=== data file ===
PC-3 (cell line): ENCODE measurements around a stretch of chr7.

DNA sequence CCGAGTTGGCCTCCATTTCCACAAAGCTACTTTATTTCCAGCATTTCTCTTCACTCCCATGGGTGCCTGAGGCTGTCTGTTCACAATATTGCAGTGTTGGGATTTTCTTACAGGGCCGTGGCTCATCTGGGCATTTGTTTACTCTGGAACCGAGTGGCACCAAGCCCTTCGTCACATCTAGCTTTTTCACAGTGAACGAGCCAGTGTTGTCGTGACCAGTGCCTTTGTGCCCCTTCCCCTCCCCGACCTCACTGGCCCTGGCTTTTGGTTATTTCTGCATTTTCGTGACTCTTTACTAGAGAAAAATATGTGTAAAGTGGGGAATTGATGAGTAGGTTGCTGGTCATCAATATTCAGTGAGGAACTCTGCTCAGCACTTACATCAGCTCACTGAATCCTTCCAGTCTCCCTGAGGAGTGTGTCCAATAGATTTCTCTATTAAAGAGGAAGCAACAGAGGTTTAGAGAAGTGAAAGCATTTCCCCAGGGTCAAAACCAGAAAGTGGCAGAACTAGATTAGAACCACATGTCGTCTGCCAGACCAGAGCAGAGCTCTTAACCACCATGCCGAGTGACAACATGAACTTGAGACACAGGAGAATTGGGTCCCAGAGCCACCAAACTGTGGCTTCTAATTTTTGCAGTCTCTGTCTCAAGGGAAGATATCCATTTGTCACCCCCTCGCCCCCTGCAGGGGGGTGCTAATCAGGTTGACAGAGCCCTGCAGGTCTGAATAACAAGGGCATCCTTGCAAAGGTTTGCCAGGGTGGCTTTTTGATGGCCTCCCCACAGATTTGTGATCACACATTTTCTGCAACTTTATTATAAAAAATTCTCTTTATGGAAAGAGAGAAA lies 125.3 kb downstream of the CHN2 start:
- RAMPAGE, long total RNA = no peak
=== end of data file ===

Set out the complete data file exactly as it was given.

PC-3 (cell line): ENCODE measurements around a stretch of chr7.

DNA sequence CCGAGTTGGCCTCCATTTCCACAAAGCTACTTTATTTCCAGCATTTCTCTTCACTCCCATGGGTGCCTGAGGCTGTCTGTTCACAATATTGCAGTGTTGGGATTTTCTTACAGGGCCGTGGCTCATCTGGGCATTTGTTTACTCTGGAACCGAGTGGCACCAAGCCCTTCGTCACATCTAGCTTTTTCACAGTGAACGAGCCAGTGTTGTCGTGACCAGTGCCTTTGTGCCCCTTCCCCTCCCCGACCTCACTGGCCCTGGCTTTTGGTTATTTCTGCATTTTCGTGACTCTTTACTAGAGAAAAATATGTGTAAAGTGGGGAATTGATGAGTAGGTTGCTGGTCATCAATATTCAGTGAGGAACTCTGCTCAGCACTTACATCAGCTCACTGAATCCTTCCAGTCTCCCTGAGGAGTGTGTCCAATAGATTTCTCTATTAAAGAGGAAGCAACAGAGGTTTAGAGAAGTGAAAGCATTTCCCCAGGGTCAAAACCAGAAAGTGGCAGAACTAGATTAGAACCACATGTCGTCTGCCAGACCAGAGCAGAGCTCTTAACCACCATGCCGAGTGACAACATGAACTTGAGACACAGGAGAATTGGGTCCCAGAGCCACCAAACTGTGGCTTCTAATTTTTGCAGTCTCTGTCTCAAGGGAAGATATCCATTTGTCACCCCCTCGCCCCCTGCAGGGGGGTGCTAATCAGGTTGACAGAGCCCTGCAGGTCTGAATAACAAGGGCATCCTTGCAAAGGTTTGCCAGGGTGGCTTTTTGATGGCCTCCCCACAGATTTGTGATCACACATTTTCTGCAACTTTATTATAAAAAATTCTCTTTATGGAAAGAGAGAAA lies 125.3 kb downstream of the CHN2 start:
- RAMPAGE, long total RNA = no peak